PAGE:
Chapter 31 : Ploidy and the Sexual Yeast Genome in Theory, Nature, and Experiment

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Saccharomyces cerevisiae is a supermodel organism in the exploding field of genomics. This chapter provides an understanding of the molecular biology by which a genome is converted into phenotypes— the roles played by each gene, mechanisms of gene regulation, responses to stress, the developmental processes of gamete formation, mating, and sporulation, and so on. The mating system of establishes the potential for extensive inbreeding. A haploid yeast individual is one of two mating types, or that mate spontaneously on contact with each other. The signature of recombination is seen in the evolutionary ancestries of different segments of the genome. In an asexual population, the evolutionary histories of all the genes are the same, and phylogenetic trees drawn from different genes are usually the same. Adaptation to organic phosphate limitation in two independent chemostat experiments occurred by chromosomal rearrangements. Retrotransposition is the mechanism by which Ty elements achieve their biased transmission and infective spread (there is another type of nuclear mobile element, transposons, which use a different, DNA-mediated mechanism, but they are not found in yeast genomes). Ploidy is one of the most fundamental features of genome structure, but as with sex, there is still no widely accepted explanation for the observed variation in ploidy. heterozygosity is certainly more than just an indicator of diploidy.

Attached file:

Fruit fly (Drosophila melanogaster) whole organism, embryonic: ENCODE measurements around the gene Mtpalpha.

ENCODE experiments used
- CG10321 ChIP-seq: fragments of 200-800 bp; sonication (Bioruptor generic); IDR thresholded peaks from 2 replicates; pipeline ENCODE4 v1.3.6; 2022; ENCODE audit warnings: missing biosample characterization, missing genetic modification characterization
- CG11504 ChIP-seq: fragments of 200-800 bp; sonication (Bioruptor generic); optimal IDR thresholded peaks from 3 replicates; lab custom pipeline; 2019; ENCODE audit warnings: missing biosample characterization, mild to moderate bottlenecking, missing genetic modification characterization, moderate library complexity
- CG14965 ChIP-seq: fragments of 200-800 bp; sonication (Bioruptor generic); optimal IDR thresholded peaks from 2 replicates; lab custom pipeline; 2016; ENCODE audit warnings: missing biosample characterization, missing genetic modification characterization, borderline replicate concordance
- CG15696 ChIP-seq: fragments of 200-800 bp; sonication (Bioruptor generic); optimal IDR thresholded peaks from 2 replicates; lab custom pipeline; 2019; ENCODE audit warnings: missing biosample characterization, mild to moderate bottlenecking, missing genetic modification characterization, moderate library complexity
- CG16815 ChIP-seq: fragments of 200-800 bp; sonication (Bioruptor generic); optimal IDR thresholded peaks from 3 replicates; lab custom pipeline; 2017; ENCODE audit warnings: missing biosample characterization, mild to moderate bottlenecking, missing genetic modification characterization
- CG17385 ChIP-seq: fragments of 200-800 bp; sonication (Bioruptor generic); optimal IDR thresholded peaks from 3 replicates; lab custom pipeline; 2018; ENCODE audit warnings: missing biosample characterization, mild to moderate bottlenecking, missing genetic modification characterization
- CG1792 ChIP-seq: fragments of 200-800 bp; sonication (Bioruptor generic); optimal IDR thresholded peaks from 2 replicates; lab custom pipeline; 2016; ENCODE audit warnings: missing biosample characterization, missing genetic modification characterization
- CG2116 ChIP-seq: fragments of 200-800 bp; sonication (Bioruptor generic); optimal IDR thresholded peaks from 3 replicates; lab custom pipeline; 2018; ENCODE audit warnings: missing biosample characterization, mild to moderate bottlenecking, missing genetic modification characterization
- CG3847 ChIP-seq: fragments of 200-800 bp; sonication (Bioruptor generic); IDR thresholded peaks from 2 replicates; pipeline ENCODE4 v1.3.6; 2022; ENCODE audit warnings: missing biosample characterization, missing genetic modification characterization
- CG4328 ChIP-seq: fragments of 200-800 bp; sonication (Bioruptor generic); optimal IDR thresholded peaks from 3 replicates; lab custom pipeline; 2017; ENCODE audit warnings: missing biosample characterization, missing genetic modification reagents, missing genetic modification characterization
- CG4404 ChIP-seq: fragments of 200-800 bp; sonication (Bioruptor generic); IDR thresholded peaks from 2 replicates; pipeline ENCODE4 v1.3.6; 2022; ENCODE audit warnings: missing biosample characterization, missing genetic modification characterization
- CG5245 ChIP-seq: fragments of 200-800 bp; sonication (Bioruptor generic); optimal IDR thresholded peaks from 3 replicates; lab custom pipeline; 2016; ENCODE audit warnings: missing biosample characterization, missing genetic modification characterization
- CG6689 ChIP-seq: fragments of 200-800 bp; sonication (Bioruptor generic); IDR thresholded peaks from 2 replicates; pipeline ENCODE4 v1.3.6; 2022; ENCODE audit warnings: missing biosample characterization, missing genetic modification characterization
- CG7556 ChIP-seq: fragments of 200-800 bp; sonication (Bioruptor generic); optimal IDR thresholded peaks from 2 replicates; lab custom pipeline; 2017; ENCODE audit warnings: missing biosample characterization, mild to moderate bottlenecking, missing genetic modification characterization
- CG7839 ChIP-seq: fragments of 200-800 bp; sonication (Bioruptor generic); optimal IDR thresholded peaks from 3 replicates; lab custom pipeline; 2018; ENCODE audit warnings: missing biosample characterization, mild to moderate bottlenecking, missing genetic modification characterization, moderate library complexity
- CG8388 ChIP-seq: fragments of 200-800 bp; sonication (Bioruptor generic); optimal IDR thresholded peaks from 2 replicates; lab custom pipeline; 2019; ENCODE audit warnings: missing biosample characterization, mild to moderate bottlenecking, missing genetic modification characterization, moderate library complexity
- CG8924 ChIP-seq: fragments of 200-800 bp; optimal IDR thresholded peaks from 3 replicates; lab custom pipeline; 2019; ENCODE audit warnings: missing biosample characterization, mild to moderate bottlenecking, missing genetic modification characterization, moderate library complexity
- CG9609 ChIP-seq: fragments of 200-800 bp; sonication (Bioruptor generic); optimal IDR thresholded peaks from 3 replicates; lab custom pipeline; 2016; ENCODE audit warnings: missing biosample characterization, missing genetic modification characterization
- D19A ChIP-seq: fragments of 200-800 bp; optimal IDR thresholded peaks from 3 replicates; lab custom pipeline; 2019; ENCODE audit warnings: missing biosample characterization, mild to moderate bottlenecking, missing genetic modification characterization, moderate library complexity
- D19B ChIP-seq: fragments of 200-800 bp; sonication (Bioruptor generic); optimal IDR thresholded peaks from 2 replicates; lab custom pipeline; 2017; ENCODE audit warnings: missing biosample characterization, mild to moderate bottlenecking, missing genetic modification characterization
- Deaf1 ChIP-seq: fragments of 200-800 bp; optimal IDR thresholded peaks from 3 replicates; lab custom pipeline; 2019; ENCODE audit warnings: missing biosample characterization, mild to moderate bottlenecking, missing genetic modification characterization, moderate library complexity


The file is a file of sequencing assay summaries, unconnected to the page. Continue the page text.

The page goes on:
Citation: Zeyl C. 2007. Ploidy and the Sexual Yeast Genome in Theory, Nature, and Experiment, p 507-525. In Heitman J, Kronstad J, Taylor J, Casselton L (ed), Sex in Fungi. ASM Press, Washington, DC. doi: 10.1128/9781555815837.ch31
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Figure 31.1

Nuclear-mitochondrial epistasis for fitness. Dashed lines and circles represent ancestral nuclear and mitochondrial genomes, respectively; solid lines and circles represent evolved genomes.

Citation: Zeyl C. 2007. Ploidy and the Sexual Yeast Genome in Theory, Nature, and Experiment, p 507-525. In Heitman J, Kronstad J, Taylor J, Casselton L (ed), Sex in Fungi. ASM Press, Washington, DC. doi: 10.1128/9781555815837.ch31
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Figure 31.2

Schematic depiction of the population dynamics of parasitic DNA. (A) In asexual populations, selection opposes the increase in frequency of parasitic DNA. (B) In sexual populations, cycles of mating and meiosis enable parasitic DNA to spread despite selection, by infecting new lineages.

Citation: Zeyl C. 2007. Ploidy and the Sexual Yeast Genome in Theory, Nature, and Experiment, p 507-525. In Heitman J, Kronstad J, Taylor J, Casselton L (ed), Sex in Fungi. ASM Press, Washington, DC. doi: 10.1128/9781555815837.ch31
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Figure 31.3

Tolerable fitness costs for genetic parasites () as a function of their rates of transmission by both mating types or genders ( + α)

Citation: Zeyl C. 2007. Ploidy and the Sexual Yeast Genome in Theory, Nature, and Experiment, p 507-525. In Heitman J, Kronstad J, Taylor J, Casselton L (ed), Sex in Fungi. ASM Press, Washington, DC. doi: 10.1128/9781555815837.ch31
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